Do Conservatives Think The Poor ‘Have It Easy?’
Christopher Ingraham picks apart newly released data from the Pew Research politics poll and finds something, well, quite odd about the attitude that many people on the right have toward the poor:
More than three quarters of conservative Americans – those in the steadfast conservative, business conservative, and young outsider typology groups - agree that “poor people have it easy because they can get government benefits without doing anything.” Only seven percent of steadfast conservatives say that the poor “have hard lives.”
Even a not-insignificant share of left-leaning groups say that the poor have it easy. But overall the widespread agreements among conservatives on this point is what’s really striking here. There are reasonable, well-intentioned arguments on either side of many poverty-related issues – about the causes of poverty (see the right half of the chart), or whether government benefits provide a leg up or simply perpetuate poverty, for instance.
Ingraham goes on to list the way that being poor isn’t exactly easy:
- Compared to middle and upper-income Americans, the poor are three times less likely to have health insurance coverage, and more likely to put off or skip necessary medical treatment as a result;
- They are three times more likely to be victimized by crime;
- The daily stresses of living under poverty impose a cognitive burden equivalent to losing 13 IQ points;
- Poor children are three times more likely to be affected by food scarcity and obesity;
- Poor children receive a lower quality education in public school, and the ones who make it to college are more likely to drop out;
- Poorer Americans breathe dirtier air, they sleep less, and the even have less sex;
- And in the end all this “easy living” literally shaves decades off their lives.
This kind of attitude toward the less fortunate isn’t new on the right, and its something that I see repeated on a regular basis. People who are among the long-term unemployed are seen as living off the government dole and thus not motivated to find a job, hence the Republican opposition to extended long-term unemployment benefits. People who receive food stamps are, allegedly, using their money to pay for unnecessary items, therefore they are leeches. If you have a minimum wage job and can’t make ends meet, then you should go out and get another job, get an education, or find another way to make more money. Granted, there are policy analysts on the right who make arguments regarding these types of programs who don’t frame their arguments this way, and indeed reject the premises of these arguments, however, if you pay even a little bit of attention to the rhetoric of “the base” on the right, it becomes very clear very quickly that the results of this Pew poll are a largely accurate reflection of what many people on the right think about the poor.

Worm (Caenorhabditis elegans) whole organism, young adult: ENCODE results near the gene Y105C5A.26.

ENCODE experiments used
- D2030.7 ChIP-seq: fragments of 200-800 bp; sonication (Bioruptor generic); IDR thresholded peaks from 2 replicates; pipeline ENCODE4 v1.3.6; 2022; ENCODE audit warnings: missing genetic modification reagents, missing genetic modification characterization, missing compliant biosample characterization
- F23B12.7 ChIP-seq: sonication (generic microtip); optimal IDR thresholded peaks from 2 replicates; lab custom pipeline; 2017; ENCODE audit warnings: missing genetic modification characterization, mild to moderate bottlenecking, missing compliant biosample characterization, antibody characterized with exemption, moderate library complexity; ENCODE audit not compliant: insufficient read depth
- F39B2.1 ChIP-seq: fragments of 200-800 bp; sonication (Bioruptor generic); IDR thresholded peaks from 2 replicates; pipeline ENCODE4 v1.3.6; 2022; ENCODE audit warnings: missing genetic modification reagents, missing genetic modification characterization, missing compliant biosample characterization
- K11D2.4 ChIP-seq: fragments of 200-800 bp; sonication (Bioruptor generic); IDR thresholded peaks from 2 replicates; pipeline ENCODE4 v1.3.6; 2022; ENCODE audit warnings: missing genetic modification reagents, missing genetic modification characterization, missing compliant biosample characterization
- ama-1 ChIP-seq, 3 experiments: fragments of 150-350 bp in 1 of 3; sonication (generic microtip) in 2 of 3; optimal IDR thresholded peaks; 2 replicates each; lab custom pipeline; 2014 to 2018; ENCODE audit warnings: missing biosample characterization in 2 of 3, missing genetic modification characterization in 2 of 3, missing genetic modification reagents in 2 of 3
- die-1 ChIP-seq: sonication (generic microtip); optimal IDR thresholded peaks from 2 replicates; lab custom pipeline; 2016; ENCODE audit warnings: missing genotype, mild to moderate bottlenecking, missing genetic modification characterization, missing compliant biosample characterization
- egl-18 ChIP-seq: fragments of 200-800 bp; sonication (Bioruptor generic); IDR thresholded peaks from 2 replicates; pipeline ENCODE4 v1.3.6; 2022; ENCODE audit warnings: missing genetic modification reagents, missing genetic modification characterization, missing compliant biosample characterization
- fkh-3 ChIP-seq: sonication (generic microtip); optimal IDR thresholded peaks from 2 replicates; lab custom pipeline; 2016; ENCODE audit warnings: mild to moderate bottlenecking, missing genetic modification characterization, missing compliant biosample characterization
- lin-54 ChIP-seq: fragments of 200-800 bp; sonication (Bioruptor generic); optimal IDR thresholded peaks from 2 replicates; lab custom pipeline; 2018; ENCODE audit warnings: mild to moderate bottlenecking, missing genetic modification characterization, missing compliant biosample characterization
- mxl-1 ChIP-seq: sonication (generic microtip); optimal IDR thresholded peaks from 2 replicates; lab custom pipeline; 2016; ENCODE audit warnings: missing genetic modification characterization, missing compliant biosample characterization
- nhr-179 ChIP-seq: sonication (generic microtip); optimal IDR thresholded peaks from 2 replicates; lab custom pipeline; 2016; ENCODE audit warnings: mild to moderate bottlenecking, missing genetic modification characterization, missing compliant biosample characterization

In some cases, I think, the issue isn’t so much lack of sympathy for people who have fallen on hard times as a seemingly tone deaf inability to realize that there are good and bad ways to frame arguments, and to do so in ways that don’t cause you to come across as a heartless jerk. This, in the end, was the problem that Mitt Romney faced in 2012. I’ve never met the man, but I honestly don’t believe that he doesn’t care about the oft-discussed “47%.” Indeed, there were plenty of testimonials regarding his own private acts of charity on his own and in connection with his Church that make it clear that the opposite is true. Similarly, many of the same people on the right who will make the “lazy” argument about people in poverty that I noted above are also very generous with their own time and money when it comes to charity toward those less fortunate, especially through their churches. For some reason, though, they seem to forget about all of that when it comes time to discuss public policy issues related to the poor and even the middle class. In 2012, Mitt Romney paid the price for that.
None of this is to concede the argument that more government and more money are the only or the best solutions to the problems of poverty. A half century of the so-called “War On Poverty” provides ample evidence to show that this is not the case, while reforms that have been implemented in the last 20 years at the state and local level have shown that there are things that can be done to help the poor that don’t involve more “welfare” as we traditionally understand it. Given poor parents more choice when it comes to their children’s education, for example, would go a long way toward improving the economic prospects of future generations and giving people a leg up out of poverty rather than just keeping them stuck in the same mire that their family came from. In some cases, such as parts of Appalachia, the stark truth of the matter is that economic opportunity is going to have to be found elsewhere, which perhaps means that small subsidies that enable people to move to areas of the country that are more economically prosperous makes more sense than pouring more money into a region that has always been dirt poor, and will likely stay that way. Most importantly, in the end the way out of poverty isn’t going to come from a government check, it’s going to come from education and gainful employment.
In the process of making arguments for these policies, though, it strikes me that conservatives would do themselves a favor if they laid off the argument that the poor are “lazy” or “have it easy.” Not only is it not true, but it makes you come across as a cold, heartless jerk and that’s not really the way to convince people to give your argument serious consideration.